IT FEELS LIKE the first day of spring here—temps in the 60s and the world finally beginning to wake to COLOR. My camellias are starting to bloom in that gorgeous coral-pink shade I love, and I’m excited to say that The Walled Garden comes out eight weeks from now!
You’ll recall my delight at hearing my protagonist, Lucy Silver, referred to as a “young detective” in a recent review. Continuing the theme of examining Lucy’s literary predecessors, I’d like to introduce Anne Beddingfeld from Agatha Christie’s 1924 classic, The Man in the Brown Suit. Originally titled The Mystery of the Mill House (a title I actually prefer), it was eventually serialized in The Evening News as Anna the Adventuress, “as silly a title as I had ever heard,” Agatha writes in her autobiography, “though I kept my mouth shut, because, after all, they were willing to pay me £500 . . . .”
Newly orphaned (once again, no troublesome mothers on the scene to prevent their daughters from going off on adventures), Anne goes to London and witnesses an accident in a Tube station. A man is killed when he steps back onto the line, and Anne recovers a scrap of paper dropped by the man posing as a doctor who examines him, with this notation: 1 7 * 1 22 Kilmorden Castle. Then a woman is found dead at the Mill House, and the two mysteries are linked. Passing a shipping office, Anne realizes Kilmorden Castle is not a place, but a ship. When she goes in to inquire, the clerk tells her it leaves on the 17thfor Cape Town and that a first-class ticket is £87, the exact amount of her legacy. Struck by the coincidence, she books it. “I was now definitely committed to the adventure.”
So, a little history. In 1922, Agatha Christie set sail with her first husband, Archie, and other members of a British trade mission on a ten-month voyage around the world, visiting South Africa, Australia, New Zealand, Hawaii, and Canada. “Going round the world was one of the most exciting things that ever happened to me,” she says in her autobiography.
In 1924, a little more than a year after they returned to England, she published The Man in the Brown Suit, her fourth mystery novel, and it’s easy to see how Agatha’s deep longing for adventure and her desire to see the world inspired Anne’s adventures. Some of the incidents in The Man in the Brown Suit are directly taken from Agatha’s own experiences, and the tour’s maddeningly frustrating leader, Major Belcher, has amusingly become the charming but petulant Sir Eustace Pedler, MP. His journals, “of which he has kindly begged me to make use,” form a delightful counterpart to Anne’s first-person narration.
I received the book as a Christmas gift in the 1970s when I was around 13. Though Anne and I were separated by fifty years, a continent, and the Atlantic Ocean, I understood her instantly. Anne longed for adventure in her tiny English village in the 1920s just as I longed for adventure in my boring small town in Washington state in the 1970s.
“I yearned for adventure, for love, for romance, and I seemed condemned to an existence of drab utility,” Anne says early in the book. “The village possessed a lending library, full of tattered works of fiction, and I enjoyed perils and lovemaking at second hand, and went to sleep dreaming of . . . strong men who always ‘felled their opponent with a single blow.’ There was no one in the village who even looked as though they could ‘fell’ an opponent, with a single blow or several.”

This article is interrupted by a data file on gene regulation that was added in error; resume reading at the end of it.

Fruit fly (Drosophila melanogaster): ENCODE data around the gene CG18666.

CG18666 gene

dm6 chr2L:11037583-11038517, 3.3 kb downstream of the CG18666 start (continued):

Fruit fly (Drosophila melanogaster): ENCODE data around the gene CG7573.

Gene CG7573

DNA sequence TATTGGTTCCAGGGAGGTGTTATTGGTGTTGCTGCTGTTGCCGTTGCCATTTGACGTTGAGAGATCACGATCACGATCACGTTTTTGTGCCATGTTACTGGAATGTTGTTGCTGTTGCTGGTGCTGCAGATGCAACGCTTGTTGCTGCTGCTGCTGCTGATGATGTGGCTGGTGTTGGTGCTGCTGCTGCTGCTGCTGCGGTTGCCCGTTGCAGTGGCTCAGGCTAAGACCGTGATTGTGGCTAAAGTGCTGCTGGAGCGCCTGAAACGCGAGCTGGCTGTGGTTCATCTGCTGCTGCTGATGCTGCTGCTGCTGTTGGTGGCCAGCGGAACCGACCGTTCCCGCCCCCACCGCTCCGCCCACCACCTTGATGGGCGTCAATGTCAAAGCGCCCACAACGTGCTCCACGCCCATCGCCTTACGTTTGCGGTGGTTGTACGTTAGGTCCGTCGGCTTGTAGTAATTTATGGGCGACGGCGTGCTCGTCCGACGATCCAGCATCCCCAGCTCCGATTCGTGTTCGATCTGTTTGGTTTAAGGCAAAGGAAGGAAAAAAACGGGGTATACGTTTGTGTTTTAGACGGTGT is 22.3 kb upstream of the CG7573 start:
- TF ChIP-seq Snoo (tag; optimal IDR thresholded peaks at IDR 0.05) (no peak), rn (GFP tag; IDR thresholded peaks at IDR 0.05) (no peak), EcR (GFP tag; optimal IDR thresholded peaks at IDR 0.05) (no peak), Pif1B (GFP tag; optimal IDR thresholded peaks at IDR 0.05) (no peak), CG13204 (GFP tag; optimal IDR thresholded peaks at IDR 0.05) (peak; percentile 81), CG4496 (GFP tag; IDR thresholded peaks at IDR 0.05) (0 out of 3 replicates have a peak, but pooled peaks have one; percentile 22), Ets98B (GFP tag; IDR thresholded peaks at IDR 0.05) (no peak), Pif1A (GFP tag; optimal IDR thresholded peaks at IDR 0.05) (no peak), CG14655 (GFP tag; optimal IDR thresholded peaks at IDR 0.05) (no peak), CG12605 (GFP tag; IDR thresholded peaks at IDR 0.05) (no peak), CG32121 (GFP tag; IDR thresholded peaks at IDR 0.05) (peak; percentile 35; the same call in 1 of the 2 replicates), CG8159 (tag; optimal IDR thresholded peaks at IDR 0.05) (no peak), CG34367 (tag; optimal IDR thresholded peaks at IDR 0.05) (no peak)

So, she’s off on her adventure—and so are we. And what an adventure it is: an intriguing, attractive man who staggers into her cabin at 1:00 am, saying, “Save me. They’re after me,” stolen diamonds, master criminals, train journeys across Africa, kidnapping, narrow escapes, and multiple marriage proposals for our heroine.
Anne’s first sight of Table Mountain in Cape Town, South Africa, “made me catch my breath and have that curious hungry pain inside that seizes one sometimes when one comes across something that’s extra beautiful. . . . I knew well enough that I had found, if only for a fleeting moment, the thing that I had been looking for ever since I left Little Hampsley. Something new, something hitherto undreamed of, something that satisfied my aching hunger for romance.”
I can’t tell you how much I envied Anne that when I was 13, and even now, decades later, I still do. The closest I’ve ever gotten to that feeling was probably my first sight of Oxford: the curve of the High Street from Carfax to Magdalen, walking through Radcliffe Square, and meditating in peaceful, green quadrangles.
The story ends well for our fearless girl detective, Anne Beddingfeld, though Agatha couldn’t have known in 1924 that her marriage to Archie Christie would famously unravel two years later, leading to her sensational disappearance (still being debated and written about), and ultimately, a painful divorce. In many ways, Agatha Christie’s 1926 disappearance inspired the one I gave my character, Elizabeth Blackspear, for different reasons, in The Walled Garden.
But the first freshness of a young woman setting off, full of energy and excitement to see the world, lives on forever in Anne.
May her adventurous, girl detective spirit never grow old!
Read more about Agatha and her grand adventure, 100 years ago this year, here: https://www.agathachristie.com/news/2022/agatha-christies-grand-adventure